Date: Thursday, Apr 12th
Presenter: Prof. Xiaoqing Pan, Department of Materials Science and Engineering, University of Michigan
Ferroelectric materials are characterized by a spontaneous electric polarization that can be reoriented between different orientations by an applied electric field. The ability to form and manipulate domains with different polarization orientations at the nanometer scale is key to the utility of ferroelectric materials for devices such as nonvolatile memories. The ferroelectric switching occurs through the nucleation and growth of favorably oriented domains and is strongly mediated by defects and interfaces. Thus, it is critical to understand how the ferroelectric domain forms, grows, and interacts with defects. Here we show the nanoscale ferroelectric switching of a tetragonal PbZr0.2Ti0.8O3 thin film under an applied electric field using in situ transmission electron microscopy. We found that the intrinsic electric fields formed at ferroelectric/electrode interfaces determine the nucleation sites and growth rates of domains and the orientation and mobility of domain walls, while dislocations exert a weak pinning force on domain wall motion. We also show that localized 180° polarization switching initially form domain walls along unstable planes. After removal of the external field, they tend to relax to low energy orientations. In sufficiently small domains this process results in complete backswitching. Our results suggest that even thermodynamically favored domain orientations are still subject to retention loss, which must be mitigated by overcoming a critical domain size.
Xiaoqing Pan is the Richard F. and Eleanor A. Towner Professor of Engineering at the University of Michigan Ann Arbor. He received B.S. (1982) and M.S. (1985) degrees in Physics from Nanjing University, China, and Ph.D. degree (1991) in Physics from the University of Saarland, Germany. After a postdoctoral research fellow at the Max-Planck Institut für Metallforschung in Stuttgart, he joined the faculty of the University of Michigan Ann Arbor as an Associate Professor of Materials Science and Engineering in 1996. He was promoted to Professor of Materials Science and Engineering with tenure in 2004. Pan is Director (2009 present) of the Electron Microbeam Analysis Laboratory at the University of Michigan. He also served as the Director (Adjunct) of the Multifunctional Materials and Nano-device Division of the Ningbo Institute of Materials Technologies and Engineering, Chinese Academy of Science. He was the Chief Scientist of the CAS International Innovative Team (for Oversea Scientists) on Multifunctional Oxide Materials and Applications (2008-2011). Pan received the U.S. National Science Foundations CAREER Award and the Chinese Natural Science Foundations Outstanding Young Investigator Award. He was a named Cheung-Kong Distinguished Professor (visiting position at Nanjing University, 2008 - 2010), Chinese Ministry of Education. Pan was selected as a National Distinguished Professor (China 1000 Talent Program), as adjunct Professor at Nanjing University in 2009. He was selected as an oversea member of the Scientific Review Board, Chinese Academy of Science, 2005-2010. Pan was elected to be a Fellow of the American Ceramic Society.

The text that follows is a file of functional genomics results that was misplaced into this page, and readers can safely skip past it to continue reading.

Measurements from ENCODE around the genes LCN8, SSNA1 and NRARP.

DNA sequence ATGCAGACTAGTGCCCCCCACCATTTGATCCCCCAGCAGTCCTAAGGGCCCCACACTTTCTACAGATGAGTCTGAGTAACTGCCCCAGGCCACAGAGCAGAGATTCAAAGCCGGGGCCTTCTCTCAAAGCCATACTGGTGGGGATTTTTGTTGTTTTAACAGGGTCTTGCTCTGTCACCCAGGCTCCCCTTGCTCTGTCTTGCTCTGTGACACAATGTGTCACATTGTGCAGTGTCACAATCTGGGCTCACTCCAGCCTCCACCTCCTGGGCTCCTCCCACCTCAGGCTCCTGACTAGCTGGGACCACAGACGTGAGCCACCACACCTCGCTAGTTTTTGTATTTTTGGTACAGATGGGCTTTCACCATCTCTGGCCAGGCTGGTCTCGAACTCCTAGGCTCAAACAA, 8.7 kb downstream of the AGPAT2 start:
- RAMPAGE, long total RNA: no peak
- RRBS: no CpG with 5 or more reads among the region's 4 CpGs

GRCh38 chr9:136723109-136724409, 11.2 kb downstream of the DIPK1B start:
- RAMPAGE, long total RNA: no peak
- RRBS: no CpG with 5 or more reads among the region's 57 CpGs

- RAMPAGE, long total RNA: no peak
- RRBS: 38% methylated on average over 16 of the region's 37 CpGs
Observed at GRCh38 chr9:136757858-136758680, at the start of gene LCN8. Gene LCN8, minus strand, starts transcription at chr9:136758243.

Pans research focuses on the understanding of the atomic-scale structure-property relationships of advanced materials including transition metal compounds, ferroelectrics and multiferroics, oxide semiconductors, superconductors, and intelligent automotive catalysts. He is particularly interested in the atomic scale structure, chemistry, and functionalities of surfaces and interfaces in thin film heterostructures and nanostructured materials. He is a world-renowned electron microscopist, especially in the fields of ultra-high resolution transmission electron microscopy. His pioneering contributions to materials research and science include the development of in situ electron microscopy techniques and their innovative application to explore the mechanism of self-generation in intelligent automotive catalysts, to probe and understand the effects of boundary conditions on ferroelectricity, including polarization mapping, ferroelectric vortices, and domain dynamics, with atomic resolution. Pan has published over 200 peer-reviewed scientific papers in high impact scholarly journals including Nature, Science, Nature Mater., Nature Comm., Phys. Rev. Lett., Adv. Mater., and Nano Lett. His h-index is 38.